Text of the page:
What a Federal Government Shutdown Will Mean for Houston

If the government doesn't reach a deal, there will be (expensive) fallout.

By Dianna Wray January 18, 2018

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Republican congressional leaders nearly had a deal cobbled together for a continuing resolution to fund the federal government as of Thursday morning, but then they got hit by a tweet (ay, this is the world we live in) from President Donald Trump decrying the spending bill extension for including funding for CHIP, the children's healthcare program, instead of providing a longterm solution. And, now we're a lot closer to lurching into a federal government shutdown.

The margin for error on this was already pretty slim before Trump got involved. (Attempts to get the Democrats on board with deal sweeteners like reworking DACA and extending CHIP were either not enough of a draw to get the Dems on board or were shot down by Trump already.)

In fact, going in, the continuing resolution was already looking like it would (barely) get through the Senate and the House, and now that Trump has stepped in, it's looking increasingly likely that there will actually be a shutdown of the federal government, the first in four years. If that sounds like fun to you, you've either been watching too much of The West Wing or you've already forgotten what it was like when the government last closed its doors for 16 days after running out of money. (Congress was scrapping over funding the Affordable Care Act back then. Simpler times.)

Anyway, this time around, if a deal is not struck, the federal government will officially run out of spending money at midnight Friday. We've already sustained one hit in the wrangling over this stopgap measure to avoid the shutdown—the disaster-aid package for those dealing with Harvey and other natural disasters has been set aside as Congress struggles to find a funding agreement that can garner enough support to get approved. 

This won't have a huge impact on Houston initially, but if the shutdown drags out—and considering the GOP margin for controlling the Senate is slim, at 51 to 49, and that this fight is over DACA and a children's healthcare program, it's fair to bet that there will be one hell of a fight before a deal is struck—that's when we'll start feeling the effects. 

A shutdown automatically requires all "nonessential" federal employees to go home and stay there for the duration. Back in 1981, the dawn of shutdowns over political squabbles, the Office of Management and Budget declared that shutdowns did not include any government activities "authorized by law," or that "protect life and property" or are deemed "necessary to begin phasing out of other activities." So not everyone gets sent home, but at the height of the 2013 shutdown, 850,000 of the federal government's more than 2 million civil employees were furloughed.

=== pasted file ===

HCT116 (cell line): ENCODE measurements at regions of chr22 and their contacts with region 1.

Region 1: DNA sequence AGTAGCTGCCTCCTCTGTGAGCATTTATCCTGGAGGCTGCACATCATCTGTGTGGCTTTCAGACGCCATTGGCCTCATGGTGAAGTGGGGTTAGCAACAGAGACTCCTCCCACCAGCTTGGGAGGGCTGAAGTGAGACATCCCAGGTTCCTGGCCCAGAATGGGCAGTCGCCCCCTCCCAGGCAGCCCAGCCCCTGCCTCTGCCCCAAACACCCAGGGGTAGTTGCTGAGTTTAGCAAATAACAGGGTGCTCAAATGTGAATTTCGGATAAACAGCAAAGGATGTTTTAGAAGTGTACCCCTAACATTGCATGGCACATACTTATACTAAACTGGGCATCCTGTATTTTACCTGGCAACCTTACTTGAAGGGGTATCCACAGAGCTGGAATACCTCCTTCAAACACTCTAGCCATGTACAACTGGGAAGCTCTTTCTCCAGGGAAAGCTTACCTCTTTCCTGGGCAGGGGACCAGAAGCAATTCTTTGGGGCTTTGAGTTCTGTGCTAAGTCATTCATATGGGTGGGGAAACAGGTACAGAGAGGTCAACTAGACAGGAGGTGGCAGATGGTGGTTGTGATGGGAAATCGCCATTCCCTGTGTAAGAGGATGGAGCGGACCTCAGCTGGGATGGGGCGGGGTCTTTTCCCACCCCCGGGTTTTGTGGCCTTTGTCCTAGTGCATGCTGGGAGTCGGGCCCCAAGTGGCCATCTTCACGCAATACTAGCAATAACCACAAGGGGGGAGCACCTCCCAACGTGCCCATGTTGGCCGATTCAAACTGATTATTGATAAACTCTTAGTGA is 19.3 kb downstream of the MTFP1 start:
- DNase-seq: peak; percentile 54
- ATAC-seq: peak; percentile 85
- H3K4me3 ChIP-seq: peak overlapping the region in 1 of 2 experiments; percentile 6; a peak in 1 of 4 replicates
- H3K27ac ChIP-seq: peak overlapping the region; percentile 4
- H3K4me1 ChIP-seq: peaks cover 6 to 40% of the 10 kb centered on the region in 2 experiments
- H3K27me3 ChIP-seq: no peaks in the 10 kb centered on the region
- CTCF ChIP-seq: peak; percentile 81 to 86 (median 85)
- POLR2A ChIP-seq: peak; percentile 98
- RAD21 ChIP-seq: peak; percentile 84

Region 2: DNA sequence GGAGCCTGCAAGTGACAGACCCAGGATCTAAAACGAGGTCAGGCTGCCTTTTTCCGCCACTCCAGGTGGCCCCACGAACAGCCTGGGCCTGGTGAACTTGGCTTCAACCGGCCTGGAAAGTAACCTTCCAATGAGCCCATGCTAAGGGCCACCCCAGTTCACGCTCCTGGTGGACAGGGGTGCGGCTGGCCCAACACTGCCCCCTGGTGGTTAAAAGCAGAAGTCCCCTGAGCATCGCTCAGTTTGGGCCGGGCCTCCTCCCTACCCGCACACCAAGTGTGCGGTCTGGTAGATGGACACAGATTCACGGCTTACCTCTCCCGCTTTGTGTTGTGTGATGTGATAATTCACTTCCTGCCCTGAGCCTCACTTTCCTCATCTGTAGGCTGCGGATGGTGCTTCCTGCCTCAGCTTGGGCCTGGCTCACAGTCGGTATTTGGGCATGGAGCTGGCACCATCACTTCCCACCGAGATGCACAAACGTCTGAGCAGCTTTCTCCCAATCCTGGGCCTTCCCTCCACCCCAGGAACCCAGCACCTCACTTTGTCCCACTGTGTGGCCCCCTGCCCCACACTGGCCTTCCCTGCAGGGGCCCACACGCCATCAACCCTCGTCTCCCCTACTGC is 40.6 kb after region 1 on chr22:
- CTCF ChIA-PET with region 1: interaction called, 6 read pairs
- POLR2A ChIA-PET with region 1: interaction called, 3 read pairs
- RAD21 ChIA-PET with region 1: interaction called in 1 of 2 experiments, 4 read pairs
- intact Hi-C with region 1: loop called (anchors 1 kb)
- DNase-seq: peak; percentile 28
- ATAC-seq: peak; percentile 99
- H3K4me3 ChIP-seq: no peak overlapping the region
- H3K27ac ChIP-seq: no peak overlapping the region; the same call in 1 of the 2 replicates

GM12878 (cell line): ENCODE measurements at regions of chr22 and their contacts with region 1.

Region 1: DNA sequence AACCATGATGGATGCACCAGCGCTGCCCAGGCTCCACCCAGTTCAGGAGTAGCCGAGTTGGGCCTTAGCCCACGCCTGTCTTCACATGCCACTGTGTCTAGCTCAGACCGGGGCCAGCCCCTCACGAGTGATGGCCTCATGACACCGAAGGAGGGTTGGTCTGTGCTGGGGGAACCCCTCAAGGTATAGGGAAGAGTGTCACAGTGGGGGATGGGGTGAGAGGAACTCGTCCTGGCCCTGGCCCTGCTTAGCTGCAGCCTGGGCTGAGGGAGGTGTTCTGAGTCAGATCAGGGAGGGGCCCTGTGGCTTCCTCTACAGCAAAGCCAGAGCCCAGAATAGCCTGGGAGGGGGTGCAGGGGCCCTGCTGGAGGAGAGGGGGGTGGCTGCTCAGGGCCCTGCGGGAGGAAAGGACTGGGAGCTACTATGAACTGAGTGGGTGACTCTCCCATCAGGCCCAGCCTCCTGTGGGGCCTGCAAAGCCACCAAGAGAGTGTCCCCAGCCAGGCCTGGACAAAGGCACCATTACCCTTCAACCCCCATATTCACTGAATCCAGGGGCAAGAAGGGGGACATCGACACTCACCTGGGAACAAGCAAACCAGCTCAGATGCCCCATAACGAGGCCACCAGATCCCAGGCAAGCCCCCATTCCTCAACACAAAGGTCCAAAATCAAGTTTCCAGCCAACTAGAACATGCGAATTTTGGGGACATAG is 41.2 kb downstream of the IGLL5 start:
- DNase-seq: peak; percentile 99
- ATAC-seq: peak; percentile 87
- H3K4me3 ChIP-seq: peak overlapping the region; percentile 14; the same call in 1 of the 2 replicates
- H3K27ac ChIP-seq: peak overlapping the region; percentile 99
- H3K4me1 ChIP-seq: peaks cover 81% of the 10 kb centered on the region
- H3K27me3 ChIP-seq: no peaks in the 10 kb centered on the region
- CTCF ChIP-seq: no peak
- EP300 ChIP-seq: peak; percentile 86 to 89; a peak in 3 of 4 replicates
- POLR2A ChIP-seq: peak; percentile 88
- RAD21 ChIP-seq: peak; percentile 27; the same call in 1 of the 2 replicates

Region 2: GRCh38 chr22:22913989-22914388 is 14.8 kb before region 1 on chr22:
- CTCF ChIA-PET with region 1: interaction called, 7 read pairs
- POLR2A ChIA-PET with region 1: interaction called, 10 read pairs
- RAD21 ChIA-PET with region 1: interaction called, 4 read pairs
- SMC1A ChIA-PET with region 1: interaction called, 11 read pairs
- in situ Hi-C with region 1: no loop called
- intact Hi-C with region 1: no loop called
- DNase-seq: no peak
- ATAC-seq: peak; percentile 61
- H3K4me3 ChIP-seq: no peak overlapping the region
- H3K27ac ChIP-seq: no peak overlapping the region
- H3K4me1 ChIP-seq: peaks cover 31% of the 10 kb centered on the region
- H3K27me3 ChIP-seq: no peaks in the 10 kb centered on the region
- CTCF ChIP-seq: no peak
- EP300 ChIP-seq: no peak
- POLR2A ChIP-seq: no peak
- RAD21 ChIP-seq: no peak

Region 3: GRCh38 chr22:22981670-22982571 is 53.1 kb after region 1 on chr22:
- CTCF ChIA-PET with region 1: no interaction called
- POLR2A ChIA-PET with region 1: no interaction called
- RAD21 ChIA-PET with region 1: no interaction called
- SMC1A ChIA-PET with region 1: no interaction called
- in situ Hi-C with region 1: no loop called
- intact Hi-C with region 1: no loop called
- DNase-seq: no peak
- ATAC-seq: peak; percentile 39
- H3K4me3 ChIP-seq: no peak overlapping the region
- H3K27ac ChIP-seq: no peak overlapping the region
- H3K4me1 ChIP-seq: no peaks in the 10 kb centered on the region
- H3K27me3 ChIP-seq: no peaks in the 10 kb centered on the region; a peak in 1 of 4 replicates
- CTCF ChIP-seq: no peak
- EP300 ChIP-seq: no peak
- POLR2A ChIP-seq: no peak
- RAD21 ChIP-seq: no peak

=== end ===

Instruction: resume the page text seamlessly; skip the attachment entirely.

And that's where things could get interesting for Houston. Initially, the biggest impact we're likely to see is from the Johnson Space Center. It will clear out, and NASA employees (there are about 3,000 of them) will be sent home and furloughed for the duration. In other words, you may see a whole bunch of very smart people wandering around unsure of what to do with themselves since they won't be allowed to work on the great questions like going back to the moon and how we can actually get to Mars. 

But that's just the first wave. If the shutdown really drags out, you won't be able to renew your passport, which is only a problem if, say, your passport has expired and you have a trip coming up. If that's the case, you might want to go check that out. The National Park Service will also close down, so if you're planning on finally making that pilgrimage to Yosemite, keep a sharp eye on what's going on. 

While this won't hit Houston where it matters most—FEMA aid will continue, for instance—shutdowns do affect government agencies like the Internal Revenue Service. That may not sound like a bad thing, but it is if you have any tax questions. 

So yeah, the fallout from the shutdown will mostly lead to annoyances more than real problems here in Houston. But don't forget that there will be a monetary cost to this. The federal government lost more than $2 billion during the big shutdown in 1995 through 1996, according to the Pew Research Center. In 2013, the government shutdown cost the feds $2 billion in lost worker productivity alone, and that's not even counting what was lost in backpay owed to furloughed workers and the late fees on payments that the government missed. On top of that, the trickle-down cost to the economy was more than $75 million per day in 2013. A shutdown may sound like fun and games, but it's all a good time until the entire country starts losing billions of dollars. 

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